He pointed to legal setbacks, including a ruling that halted construction of a Target in Hollywood, as a sign that city planners were either facing political pressure to approve projects that couldn't survive a legal challenge or the rules were so complicated that planners didn't know what was legal. Candidate Mike Schaefer, who once served on the San Diego City Council, was also riled by the example of the unfinished Target, saying that developers need to be able to "bank on" city reviews of their projects.
David Ryu, who works for a community health center, says the solution is to have more community participation at the outset so that irritated neighbors don't end up going to court. Pelico raised the same point, saying developers and residents need to have open discussions to achieve projects that fit in each community.
Candidates have also singled out developers as a poisonous political force. Davis declared early in the race that he wouldn't take campaign contributions from developers, and ended up returning a number of contributions he had accepted before making that pledge.
The same promise was made by Beeber and Irani, who later clarified she would accept money from "affordable or homeless housing developers."
Others, including former LaBonge aide Carolyn Ramsay and marketing executive Fred Mariscal, have taken aim at the city's failure to hold developers to the promises they make in return for permission to build, such as providing community perks. Ramsay said the city should change how it crafts such development agreements so they stand up in court, and then increase fees on developers to pay for more city staffers to enforce them.
Ramsay also railed against outdated rules. "We still have codes on the books from the 1940s," she said.
Another frequent complaint is that L.A. has allowed too much new development without weighing how it will affect traffic and services. Tomas O'Grady, a nonprofit director, argued that the city has "jumped the gun" in pushing development around mass transit in Hollywood. He said that though it makes sense to build homes and apartments around transit lines, the city needs to instill more incentives for people to drive less, such as lower property taxes for condo owners who don't use cars.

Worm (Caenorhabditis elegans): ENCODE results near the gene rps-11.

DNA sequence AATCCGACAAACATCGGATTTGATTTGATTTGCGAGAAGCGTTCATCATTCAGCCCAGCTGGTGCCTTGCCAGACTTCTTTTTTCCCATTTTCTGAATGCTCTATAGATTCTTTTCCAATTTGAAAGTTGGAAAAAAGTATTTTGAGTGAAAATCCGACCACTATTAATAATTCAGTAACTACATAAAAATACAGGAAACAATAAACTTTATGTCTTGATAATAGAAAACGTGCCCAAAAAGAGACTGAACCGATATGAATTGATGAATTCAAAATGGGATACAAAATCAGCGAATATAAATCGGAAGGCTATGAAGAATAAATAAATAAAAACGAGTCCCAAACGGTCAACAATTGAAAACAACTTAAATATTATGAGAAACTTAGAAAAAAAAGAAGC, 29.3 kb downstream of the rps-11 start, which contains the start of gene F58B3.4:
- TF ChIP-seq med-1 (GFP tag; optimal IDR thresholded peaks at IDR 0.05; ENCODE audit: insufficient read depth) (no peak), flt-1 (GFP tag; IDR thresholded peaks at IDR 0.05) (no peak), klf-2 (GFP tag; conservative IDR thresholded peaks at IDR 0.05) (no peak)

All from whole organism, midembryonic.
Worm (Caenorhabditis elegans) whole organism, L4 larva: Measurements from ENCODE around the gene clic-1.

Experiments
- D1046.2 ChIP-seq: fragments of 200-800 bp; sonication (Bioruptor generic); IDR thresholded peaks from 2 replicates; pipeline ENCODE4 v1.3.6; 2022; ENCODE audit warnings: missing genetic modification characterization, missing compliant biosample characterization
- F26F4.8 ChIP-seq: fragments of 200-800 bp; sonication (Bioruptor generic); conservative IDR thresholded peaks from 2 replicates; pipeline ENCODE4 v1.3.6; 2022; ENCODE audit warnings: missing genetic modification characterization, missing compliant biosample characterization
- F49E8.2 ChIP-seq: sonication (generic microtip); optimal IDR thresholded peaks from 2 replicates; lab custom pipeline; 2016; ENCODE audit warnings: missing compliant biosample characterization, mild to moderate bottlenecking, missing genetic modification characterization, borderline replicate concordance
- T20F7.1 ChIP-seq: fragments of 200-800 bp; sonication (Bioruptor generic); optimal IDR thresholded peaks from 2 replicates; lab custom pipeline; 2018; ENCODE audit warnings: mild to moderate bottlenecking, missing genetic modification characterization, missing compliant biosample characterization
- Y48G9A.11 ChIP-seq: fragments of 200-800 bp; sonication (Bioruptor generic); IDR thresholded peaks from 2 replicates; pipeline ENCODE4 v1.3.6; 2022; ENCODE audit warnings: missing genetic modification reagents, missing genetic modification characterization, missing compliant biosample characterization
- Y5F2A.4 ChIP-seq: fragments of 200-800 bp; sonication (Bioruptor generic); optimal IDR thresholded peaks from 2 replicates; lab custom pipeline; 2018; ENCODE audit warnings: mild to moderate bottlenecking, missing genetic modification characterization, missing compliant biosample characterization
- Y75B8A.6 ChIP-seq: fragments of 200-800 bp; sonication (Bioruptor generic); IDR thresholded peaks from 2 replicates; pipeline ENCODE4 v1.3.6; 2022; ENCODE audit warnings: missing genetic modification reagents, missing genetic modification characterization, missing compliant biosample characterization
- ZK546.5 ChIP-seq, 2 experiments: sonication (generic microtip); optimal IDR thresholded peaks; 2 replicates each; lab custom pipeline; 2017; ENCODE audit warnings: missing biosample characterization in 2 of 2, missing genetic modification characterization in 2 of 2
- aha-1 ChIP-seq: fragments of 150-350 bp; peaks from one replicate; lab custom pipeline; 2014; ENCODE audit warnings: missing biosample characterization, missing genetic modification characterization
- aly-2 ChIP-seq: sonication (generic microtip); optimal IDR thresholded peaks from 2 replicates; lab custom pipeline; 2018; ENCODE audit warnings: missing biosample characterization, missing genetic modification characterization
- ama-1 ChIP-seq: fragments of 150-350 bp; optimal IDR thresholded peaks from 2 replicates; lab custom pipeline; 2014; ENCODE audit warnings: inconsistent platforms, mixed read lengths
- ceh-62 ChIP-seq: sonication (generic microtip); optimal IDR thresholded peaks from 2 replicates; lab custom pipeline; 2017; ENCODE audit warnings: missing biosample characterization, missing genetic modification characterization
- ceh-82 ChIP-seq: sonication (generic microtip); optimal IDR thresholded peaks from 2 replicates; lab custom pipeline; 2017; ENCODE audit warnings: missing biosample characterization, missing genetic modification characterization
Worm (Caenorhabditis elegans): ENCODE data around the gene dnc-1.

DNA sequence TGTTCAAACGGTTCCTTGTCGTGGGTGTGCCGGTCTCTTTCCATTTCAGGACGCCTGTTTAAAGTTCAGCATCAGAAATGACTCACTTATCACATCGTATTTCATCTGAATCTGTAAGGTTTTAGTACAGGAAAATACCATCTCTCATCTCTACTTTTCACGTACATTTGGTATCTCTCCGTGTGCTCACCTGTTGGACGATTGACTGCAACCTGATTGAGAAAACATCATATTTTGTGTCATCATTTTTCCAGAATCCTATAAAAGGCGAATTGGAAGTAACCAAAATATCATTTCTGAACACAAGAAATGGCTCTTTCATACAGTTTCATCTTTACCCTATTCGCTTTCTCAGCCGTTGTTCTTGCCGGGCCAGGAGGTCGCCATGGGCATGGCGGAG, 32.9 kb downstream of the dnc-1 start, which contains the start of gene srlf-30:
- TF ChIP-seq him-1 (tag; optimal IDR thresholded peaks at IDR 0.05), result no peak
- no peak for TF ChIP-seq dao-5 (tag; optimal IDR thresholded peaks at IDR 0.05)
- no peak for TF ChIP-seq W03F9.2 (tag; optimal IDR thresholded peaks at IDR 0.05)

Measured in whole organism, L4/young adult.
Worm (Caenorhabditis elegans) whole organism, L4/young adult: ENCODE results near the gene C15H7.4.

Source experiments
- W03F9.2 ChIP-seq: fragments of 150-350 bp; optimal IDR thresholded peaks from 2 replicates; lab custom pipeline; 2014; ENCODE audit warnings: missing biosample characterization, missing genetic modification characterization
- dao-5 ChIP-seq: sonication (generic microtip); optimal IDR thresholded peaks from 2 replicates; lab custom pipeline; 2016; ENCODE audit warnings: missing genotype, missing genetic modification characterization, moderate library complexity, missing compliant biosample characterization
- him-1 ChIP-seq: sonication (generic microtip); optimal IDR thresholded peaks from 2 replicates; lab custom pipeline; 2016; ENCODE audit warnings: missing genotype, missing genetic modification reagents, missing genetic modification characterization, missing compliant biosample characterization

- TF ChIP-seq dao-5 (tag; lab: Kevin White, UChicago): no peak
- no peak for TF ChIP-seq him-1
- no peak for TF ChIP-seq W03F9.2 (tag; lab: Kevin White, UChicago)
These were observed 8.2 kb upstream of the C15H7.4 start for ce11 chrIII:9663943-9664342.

Steve Veres, who serves as Los Angeles director to state Sen. Kevin de León (D-Los Angeles), pointed to the fact that City Hall has allowed more density for development projects than neighboring cities, through bonuses for affordable housing and transit-oriented development. He argued that the scale of new developments should be tied to assessments of how they will affect city infrastructure, and that any needed work — such as replacing sewer systems — should be done before the building is occupied.
Both Bannister and Ross Sarkissian, who owns a small business marketing and consulting firm, say officials should spread out development instead of packing more projects into Hollywood and other densely populated areas of the district. Mariscal, in turn, has suggested placing a moratorium on new development along part of Sunset Boulevard if community leaders want it.
"I'm not anti-development," Mariscal said. Still, he argued, "we need to take a step back."
More than 150,000 residents are registered to vote in the nonpartisan race. If no candidate gets more than 50% in the March 3 primary, the top two will face a runoff May 19. The winner would take office July 1.
Candidate Step Jones declined to respond to a Times questionnaire asking for his position. For more information on where the candidates stand on development and other issues, check out our interactive graphic.